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Lower coast gazette. (Pointe-a-la-Hache, La.) 1909-1925, July 30, 1910, Image 1

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,h- Lower Coast iazette.
DEVOTED TO THE INTERESTS OF ýHE LOWER COAST AGRICULTURE, HORTICULTURE, FISHERIES AND COMMERCE.
\'(LIl II. I()INTI-A-LA-IA(IlE, LA., SATUI1)AY, JULY 30, 191U. . '11111 31.
il i . . .. . . . .. . . ... . . . .. .. . . . . . . . . . ... . . .. . . . . .. . .~
WINS THROUGH GRiT
Former Deck Hand Going to
United States Senate.
Napoleon Bonaparte Broward of Florl
da Who Has Been a Roustabout,
Sailor, Filibuster and Gov
ernor, a Fighter.
Jacks.,,nilll. -'la.--()n.' 1, the huts
pleturis,1 1" tiger, r In tit i. autbland
.t111 :1 1;,an 1, -tr1,y of who,,, life
,,ad,; Ilk,. a nov, l is Napnl o01 lIona
I l' rai ard, ,.x ,,v,.raior of Florida,
" ', r t . ,'1,t ated 'nitoild Statt.s
;! ,t T. it'."1'r~ 11 tt "- s,"llatrial
ir :. a if; !I, ,' 'n 'loridta.
\lMr. Irw;r!', i. a brilliant *xu' ilt,
^,f :,c.hbe,,,t ,, :t rn t r,.ly ',al l,", 1t ,'nE
!I thi, ,lia of -' lf li,;b, i m 'l,1 . 11, iIas
Ib ra in al)j ',t i. vry. his purl , " I'-+.
i!:g i n' rantl! "' :t cr;ti"ck . a .l
!- .-chnlil Wn i w racth' :t!ly I! y t
he, r,"~e to the high1 , t oii,'' in to
ci ninah1iw."lltlh aIl! Ty. ,'o h' is aitl.t tlf
, a,:,r ih,- I illel t. ,t!t's ,'ii ,te. it1 Is
a big man. ,.ar:ally and :, r,' i:t a ,.t
a.nl his hoi ,'esty arti ihnt'et'i? hiave
never been lut-rtiuoedil. If,- eon s'il'
c,. In polihi . as he, dii In civil life,
by s.her bulhli cutllr:wi ant pi'rt -
nh:tiitt and by k,..,ping his word,. lie
starils six ft.',t in hiiiht, weighs more
than 20it poundsT and is a horn ig:ht,"r.
E.: (;ut'vrior Iro arl hlrt altrao'tl1
polit!hal rothio hby his 1prloc't to rr
clahinl the Evl'rglal.'s of Ft'krila and
l;akIiilni Tt i into farnrnini latls. It
was this Issue whh'h t'arried hin into
th-- (411e of govern:or. 11,' has. t~o,,
dinn tratl,, that his sch,o,' is fas
ibhl. y ,,conv,.rting a part of the. Ev. r
ela,!,,s Into prductiv,, farms , an! this
ru i + liim Intiit lisely Ipiltar.
!;," fath r of the fi rt' r , senator
livid in a log house on tlh St. John's
rit'vr atl eke I out a hare living for
his nlt, ard children.li lnlrward's
parents diel when he was in his early
teens. When he was undeir 20 he
Napoleon B. Broward.
shipped on a lumber-laden schooner
bounil for Boston. There he was pald
off and lantled in the ,lead of winter.
Hit had never sen a snowstorm hu
fore, he was thinly clad and suiffered
terribly from the cohl. .An attack of
whooping cough laid him up and took
all his money. Nevertheless as soon
as he could crawl out he shiltp'd on
one of the winter fishing fleet bound
for the ';rand Banks. IIH endured
hardships without complaIning, dt, his
work with a smile, and thus won the
friendship of the men of the sea. Fol
lowing his work on the Banks he
worked his way back to Florila as a
sailor. Next we see him as a roust
about on a steamer on the St. John's
river. lie saved his money, bought a
part Interest in a steamboat and struck
out for himself. His splendid fighting
abilities were winning him notice, the
while his kindly disposition was win
ning him friends. He was elected
sheriff of Dural county, a position he
held nine years, and in which he made
a record which attractel attention to
him from all parts of the state.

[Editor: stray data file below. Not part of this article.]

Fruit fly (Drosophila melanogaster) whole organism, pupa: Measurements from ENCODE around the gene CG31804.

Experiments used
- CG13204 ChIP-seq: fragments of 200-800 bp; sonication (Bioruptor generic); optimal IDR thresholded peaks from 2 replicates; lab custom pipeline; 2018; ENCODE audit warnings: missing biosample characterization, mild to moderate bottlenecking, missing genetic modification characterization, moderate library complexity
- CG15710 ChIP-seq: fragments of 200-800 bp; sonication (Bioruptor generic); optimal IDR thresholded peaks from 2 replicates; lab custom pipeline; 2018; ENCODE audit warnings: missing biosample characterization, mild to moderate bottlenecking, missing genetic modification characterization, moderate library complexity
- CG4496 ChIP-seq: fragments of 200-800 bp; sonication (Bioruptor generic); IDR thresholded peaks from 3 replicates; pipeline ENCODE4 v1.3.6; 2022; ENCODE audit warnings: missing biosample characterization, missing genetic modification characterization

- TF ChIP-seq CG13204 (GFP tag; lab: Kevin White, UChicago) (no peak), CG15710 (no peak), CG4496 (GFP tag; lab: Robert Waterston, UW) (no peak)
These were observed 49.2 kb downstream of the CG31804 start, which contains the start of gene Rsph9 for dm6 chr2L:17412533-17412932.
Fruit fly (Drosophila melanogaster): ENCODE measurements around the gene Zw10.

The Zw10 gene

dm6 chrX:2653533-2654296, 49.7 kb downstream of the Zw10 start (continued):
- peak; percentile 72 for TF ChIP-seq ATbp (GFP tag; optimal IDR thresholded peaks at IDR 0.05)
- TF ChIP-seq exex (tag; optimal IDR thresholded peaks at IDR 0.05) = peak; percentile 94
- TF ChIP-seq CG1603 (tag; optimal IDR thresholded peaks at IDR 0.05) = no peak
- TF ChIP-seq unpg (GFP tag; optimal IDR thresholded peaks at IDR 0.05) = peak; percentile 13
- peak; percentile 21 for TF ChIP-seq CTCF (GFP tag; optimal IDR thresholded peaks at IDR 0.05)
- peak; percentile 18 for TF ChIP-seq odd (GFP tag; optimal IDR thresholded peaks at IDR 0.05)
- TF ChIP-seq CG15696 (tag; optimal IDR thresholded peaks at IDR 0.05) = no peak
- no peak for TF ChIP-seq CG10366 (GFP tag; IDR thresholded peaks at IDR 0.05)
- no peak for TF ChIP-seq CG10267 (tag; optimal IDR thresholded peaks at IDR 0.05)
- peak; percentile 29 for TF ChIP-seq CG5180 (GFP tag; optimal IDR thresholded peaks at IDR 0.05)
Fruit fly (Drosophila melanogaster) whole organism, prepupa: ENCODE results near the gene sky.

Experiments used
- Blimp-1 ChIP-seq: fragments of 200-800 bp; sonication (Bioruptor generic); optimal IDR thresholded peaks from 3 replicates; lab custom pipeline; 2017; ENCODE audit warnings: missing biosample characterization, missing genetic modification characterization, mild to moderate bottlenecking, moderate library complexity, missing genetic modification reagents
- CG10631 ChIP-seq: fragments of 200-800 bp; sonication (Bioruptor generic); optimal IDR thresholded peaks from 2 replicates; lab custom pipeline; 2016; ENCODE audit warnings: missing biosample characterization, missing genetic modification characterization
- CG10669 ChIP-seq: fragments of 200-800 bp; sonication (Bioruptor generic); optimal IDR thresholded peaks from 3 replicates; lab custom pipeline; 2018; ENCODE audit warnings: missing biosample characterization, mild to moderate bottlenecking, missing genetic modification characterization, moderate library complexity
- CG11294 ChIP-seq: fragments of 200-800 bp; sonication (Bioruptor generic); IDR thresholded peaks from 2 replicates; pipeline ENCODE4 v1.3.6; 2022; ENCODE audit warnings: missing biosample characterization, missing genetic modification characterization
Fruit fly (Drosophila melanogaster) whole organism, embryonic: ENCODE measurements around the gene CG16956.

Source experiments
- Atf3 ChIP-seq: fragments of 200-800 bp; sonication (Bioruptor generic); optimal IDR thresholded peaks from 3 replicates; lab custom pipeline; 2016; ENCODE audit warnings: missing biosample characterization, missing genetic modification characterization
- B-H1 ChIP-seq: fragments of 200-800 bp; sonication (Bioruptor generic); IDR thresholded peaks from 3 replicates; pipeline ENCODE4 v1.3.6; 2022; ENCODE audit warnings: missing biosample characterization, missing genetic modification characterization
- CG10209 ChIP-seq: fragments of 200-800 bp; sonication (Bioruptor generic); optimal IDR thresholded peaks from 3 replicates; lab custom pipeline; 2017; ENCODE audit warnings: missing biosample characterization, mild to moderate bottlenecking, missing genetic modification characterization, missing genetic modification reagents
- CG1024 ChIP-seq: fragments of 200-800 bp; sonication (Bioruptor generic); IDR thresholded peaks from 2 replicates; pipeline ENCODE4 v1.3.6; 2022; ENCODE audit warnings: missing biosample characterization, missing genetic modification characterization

The exploit which made Broward fa
mous throughout the United States
and Cuba was his ability as a block
ade runner to Cuba. during the time
the insurgents were fighting the Span
lards there before the Spanish-Ameri
can war. In company with his brother
and a third partner Broward built a
stout, seagoing tug for salvage and
wrecking work off the Florida coast.
He was approached by Cuban agents
ant asked to run guns and munitions
into Cuba. The work was hazardous
in the extreme, but the pay was com
minsurate with the risk and Broward
became a filibuster. In all he made
eight trips from the Florida keys to
Cuba and his perilous adventures and
narrow escapes would make a novel
in themselves. He was chased by
Spanish gunboats, fought with sev
eral of theni and escaped capture and
death by a hair's breadth scores of
tities.
This Baby a "Strong Man."
Pembroke ('enter, Mass.-This town
has a marvel in bayhood in Thoman
Ii. l'ates. Jr., aged ten months and
weighis 2S pounds. Young Bates has
shown phenomenal strength. He de
lights in trapeze, swinging numberless
times in succession. His biggest
weight feat is lifting two flatirons
weighing 19 pounds. With the assist
ance of an iron through which the
flatirons are hung on young Bates per.
forms this feat, a wonderful achieve
ment for his age.
Your best friends "talk about you"
at times; don't aepect anything ela.
BURN NEGRO AT STAKE
HAD ASSASSINATED AN OFFICER
WHO WAS AFTER HIM.
Mob Dragged Him at Heels of Fast
Horse-Poured Oil on Nude
Body and Touched Match.
[l.It. , ' 1 T xt . -Il\Ilry G ;, :tr\, i lie
g ro, , il, l:J#', to l t .', , I, :
da;tui.bttr ;tid latr'r l"it;ltid tt th
pl'j e 11ith1 a stt ;r and i ,il'd (, in
t;tabl' hin .M lt'I tIell, theti Ill itnto
the tO tlllitry, w'.; as (apt u r't] a 1. I '; ,
broT l ht to ti lit in tll ti , titnt,~tl t,,
dragged thrwttuh the .tret'"ts auitl
burlled at thI' stake on the ;1,liic
SQUat'.
Fridal'y Inui tiu ht 2l: ;t) at' O'('lck illt '
int th o i tt. .\1s it .rs. l .:C u , a ;w ido,+,v.
T"'I' d aln i 'htsr sa:uw t t n ,,e andti
shot at hil., ntissitlg, and thi' nt to
.Neih' c ,l rs telephone'l d to c' snstable
Jim Mit'lhell. lie l all\ered thet call,
bit could find no one. A pair of
shoes and a hat were found enllath
a window. Mitc'hell the:: gut blood
houndis to mnalke a further searctIh.
Apparently while he was at ayt the
th'gro had returned with a sutit ttln.
The negro shot him frotn hlhind a
tree, hitting himt in the hack. Mitch.
ell fell front his horse and liv ld i, lly
a few tinuttes, butt told lefr' dy in tg
who did thoe killing.
Wor'd went out and all a'vailabtle at.